If you can face it, this may be the comedy of the year. There's a scene near the end of Oliver Stone's gloriously ill-conceived epic - when Alexander (Colin Farrell) drones on about his plans for world domination while a friend dies in bed - that recalls the brilliance of Monty Python at its best. Sadly, by this stage your will to live will have left, along with half the audience. This film is an endurance test.
Yet, like its hero's globe-trotting escapades, it starts with such promise. The storytelling device is biopic-by-numbers, but it makes sense - wizened Ptolemy (Anthony Hopkins) dictating to a scribe tales of how he rode with this God among men. This segues into young Alex at the side of his snake-charming mother (Angelina Jolie, vamping it up gloriously like a Romanian Bette Davis), before Pop (Val Kilmer) pops in for a bit of angry 'ow's-yer-father and the pair's fierce fight psychologically scars their son. It's a superb scene: intimate, alive and OTT - a snippet of Ollie Stone's Hamlet.
If only a third of the film conveyed such passion. For we're soon dragged away from the compelling court politics, back to Hopkins's narration, which describes Alexander's initial invasions (instead of showing them), excuses his massacres (instead of showing them) and flashbacks into the first of many interminable discussions between the bottle-blond ruler and his advisors.
Even the action is long-winded - the initially exhilarating battle scene ends up being a long gallop to Vangelis's sepulchral score. The battle scene? Well, actually there are two (two, in a three-hour film about the greatest warrior who ever lived), but even the second's marvellous, non-CG elephant face-off shot can't dispel the torpor.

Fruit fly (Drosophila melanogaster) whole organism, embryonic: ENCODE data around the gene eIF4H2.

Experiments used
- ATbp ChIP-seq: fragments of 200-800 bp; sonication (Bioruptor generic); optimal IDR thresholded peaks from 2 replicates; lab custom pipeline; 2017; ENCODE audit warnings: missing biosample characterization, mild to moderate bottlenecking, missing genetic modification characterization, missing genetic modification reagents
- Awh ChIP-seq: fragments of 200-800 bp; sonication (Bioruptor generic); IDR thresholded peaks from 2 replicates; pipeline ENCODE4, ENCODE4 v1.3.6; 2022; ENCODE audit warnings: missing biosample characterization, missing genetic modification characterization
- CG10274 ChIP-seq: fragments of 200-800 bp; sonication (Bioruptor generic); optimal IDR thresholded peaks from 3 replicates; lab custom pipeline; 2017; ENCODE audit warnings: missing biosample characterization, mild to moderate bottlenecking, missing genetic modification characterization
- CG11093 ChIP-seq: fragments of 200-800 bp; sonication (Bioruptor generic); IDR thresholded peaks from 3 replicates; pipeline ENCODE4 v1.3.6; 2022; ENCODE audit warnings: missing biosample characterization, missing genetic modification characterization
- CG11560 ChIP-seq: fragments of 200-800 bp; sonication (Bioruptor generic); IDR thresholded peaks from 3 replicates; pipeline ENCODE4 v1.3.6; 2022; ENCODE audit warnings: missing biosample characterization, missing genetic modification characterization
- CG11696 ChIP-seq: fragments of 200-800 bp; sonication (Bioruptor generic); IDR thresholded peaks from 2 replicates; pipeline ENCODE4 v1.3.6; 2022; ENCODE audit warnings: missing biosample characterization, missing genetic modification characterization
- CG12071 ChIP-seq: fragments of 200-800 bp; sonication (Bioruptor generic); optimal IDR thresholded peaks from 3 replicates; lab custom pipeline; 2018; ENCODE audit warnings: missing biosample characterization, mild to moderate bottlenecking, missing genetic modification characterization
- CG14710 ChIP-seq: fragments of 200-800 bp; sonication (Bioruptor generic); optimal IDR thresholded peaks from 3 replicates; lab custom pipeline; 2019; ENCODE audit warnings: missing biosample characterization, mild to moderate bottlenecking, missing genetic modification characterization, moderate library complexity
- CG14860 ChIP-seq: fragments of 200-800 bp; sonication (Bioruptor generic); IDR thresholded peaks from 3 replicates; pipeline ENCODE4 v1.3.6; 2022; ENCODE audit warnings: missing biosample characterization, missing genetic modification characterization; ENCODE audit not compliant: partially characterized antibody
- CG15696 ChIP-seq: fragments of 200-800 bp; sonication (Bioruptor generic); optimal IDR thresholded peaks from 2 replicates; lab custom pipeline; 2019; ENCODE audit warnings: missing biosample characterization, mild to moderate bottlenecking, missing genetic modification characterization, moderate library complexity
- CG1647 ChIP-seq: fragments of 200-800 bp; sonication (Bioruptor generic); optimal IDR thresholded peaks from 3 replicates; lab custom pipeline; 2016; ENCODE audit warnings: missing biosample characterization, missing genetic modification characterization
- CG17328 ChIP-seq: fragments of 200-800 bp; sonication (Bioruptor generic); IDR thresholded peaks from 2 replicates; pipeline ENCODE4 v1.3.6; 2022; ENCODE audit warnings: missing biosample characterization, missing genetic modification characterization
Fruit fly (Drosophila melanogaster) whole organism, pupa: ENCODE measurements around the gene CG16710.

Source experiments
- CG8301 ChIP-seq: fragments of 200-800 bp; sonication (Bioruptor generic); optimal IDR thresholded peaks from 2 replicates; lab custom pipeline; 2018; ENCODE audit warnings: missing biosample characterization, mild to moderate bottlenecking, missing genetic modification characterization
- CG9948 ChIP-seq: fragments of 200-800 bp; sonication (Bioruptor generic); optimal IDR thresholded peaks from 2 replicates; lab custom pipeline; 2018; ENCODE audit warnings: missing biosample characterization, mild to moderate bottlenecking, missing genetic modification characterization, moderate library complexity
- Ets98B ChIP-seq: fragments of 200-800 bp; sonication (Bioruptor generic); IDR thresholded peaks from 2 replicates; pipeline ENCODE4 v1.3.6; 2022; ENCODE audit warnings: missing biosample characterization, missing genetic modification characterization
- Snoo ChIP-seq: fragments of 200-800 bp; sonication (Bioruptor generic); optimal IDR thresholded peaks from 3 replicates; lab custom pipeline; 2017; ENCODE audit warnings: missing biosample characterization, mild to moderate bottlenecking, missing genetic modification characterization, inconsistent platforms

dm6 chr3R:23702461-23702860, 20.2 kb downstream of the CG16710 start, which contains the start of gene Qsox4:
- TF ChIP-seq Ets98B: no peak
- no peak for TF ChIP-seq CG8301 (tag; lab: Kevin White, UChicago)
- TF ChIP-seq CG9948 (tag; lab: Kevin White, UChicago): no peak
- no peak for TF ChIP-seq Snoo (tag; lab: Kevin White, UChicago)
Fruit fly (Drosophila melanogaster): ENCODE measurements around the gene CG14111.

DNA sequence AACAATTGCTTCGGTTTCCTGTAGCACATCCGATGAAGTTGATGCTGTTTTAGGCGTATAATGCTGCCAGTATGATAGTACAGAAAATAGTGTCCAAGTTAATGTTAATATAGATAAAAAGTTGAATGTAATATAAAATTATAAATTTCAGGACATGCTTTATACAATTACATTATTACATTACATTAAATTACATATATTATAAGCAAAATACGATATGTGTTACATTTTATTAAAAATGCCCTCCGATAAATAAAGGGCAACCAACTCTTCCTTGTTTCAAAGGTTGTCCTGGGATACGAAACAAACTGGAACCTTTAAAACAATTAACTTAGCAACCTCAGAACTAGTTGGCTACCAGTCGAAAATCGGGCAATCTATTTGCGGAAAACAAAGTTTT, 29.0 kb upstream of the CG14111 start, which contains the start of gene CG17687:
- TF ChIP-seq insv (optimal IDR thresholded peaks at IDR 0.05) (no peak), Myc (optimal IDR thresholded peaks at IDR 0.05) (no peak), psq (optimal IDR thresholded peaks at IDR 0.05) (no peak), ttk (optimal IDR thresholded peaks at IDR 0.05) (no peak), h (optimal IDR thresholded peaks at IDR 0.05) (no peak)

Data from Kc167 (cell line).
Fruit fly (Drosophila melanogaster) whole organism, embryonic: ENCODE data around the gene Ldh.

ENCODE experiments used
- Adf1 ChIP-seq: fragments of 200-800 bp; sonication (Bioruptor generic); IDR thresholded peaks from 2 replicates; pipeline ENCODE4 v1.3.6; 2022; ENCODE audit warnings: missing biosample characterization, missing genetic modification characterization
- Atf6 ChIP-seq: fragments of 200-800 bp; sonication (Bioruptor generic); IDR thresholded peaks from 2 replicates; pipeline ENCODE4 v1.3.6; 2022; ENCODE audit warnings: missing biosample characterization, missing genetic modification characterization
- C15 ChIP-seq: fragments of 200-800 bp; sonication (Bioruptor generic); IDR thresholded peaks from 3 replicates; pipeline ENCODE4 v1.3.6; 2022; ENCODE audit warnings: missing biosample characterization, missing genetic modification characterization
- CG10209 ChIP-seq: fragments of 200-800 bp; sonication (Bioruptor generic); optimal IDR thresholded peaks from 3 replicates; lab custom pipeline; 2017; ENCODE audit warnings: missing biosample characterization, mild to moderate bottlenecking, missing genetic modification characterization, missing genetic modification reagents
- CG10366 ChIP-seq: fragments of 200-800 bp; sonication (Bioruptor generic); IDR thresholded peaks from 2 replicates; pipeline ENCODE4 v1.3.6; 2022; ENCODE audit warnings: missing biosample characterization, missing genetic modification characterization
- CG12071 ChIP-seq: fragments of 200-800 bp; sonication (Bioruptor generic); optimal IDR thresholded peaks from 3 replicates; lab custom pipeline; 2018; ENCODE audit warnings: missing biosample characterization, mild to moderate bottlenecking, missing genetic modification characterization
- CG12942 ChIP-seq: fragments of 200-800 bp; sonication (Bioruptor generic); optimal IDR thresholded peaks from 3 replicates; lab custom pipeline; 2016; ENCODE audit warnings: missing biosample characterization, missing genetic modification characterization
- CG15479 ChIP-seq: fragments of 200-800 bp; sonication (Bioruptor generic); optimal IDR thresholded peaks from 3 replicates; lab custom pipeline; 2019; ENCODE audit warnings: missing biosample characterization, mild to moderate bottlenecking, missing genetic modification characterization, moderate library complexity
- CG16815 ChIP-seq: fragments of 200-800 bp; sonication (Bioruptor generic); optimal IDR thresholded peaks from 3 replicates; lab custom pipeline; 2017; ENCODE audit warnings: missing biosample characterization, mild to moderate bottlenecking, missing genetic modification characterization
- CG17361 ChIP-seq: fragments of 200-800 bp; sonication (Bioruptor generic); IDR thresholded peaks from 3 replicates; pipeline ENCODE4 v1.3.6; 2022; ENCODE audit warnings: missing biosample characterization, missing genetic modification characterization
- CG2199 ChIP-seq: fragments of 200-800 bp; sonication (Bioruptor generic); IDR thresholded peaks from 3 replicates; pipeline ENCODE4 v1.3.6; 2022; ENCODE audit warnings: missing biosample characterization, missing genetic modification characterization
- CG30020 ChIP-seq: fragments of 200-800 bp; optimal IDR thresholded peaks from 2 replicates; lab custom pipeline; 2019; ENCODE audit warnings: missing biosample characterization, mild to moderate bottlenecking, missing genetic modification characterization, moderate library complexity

Farrell weeps and rages but appears lost, while his much-hyped 'love' scenes with Jared Leto's Hephaistion substitute being fey for being gay and prove infuriatingly chaste (who'd have thought Stone would lack the stones to face down Hollywood's hypocritical attitude to onscreen homosexuality?). In contrast, Farrell and his "barbarian wife" Roxana (Rosario Dawson) enjoy one of the most ludicrous sex scenes ever shot. Stone can do violence like few others, but the fact he can't 'do' sex and romance is his downfall here.
This is a love letter to a man he admires and, like most love letters (messy, embarrassing, clichéd), it shouldn't be seen by others. "It's an old fool's rubbish," grumbles Ptolemy of his story, and while Stone is too talented, his films too important, to be so dismissed, America's most daring filmmaker has been blunted. He desperately needs a Salvador.
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A great way to ruin a Friday night. Overblown and laughable, Alexander is shocking for being so insipid. No guts. No glory.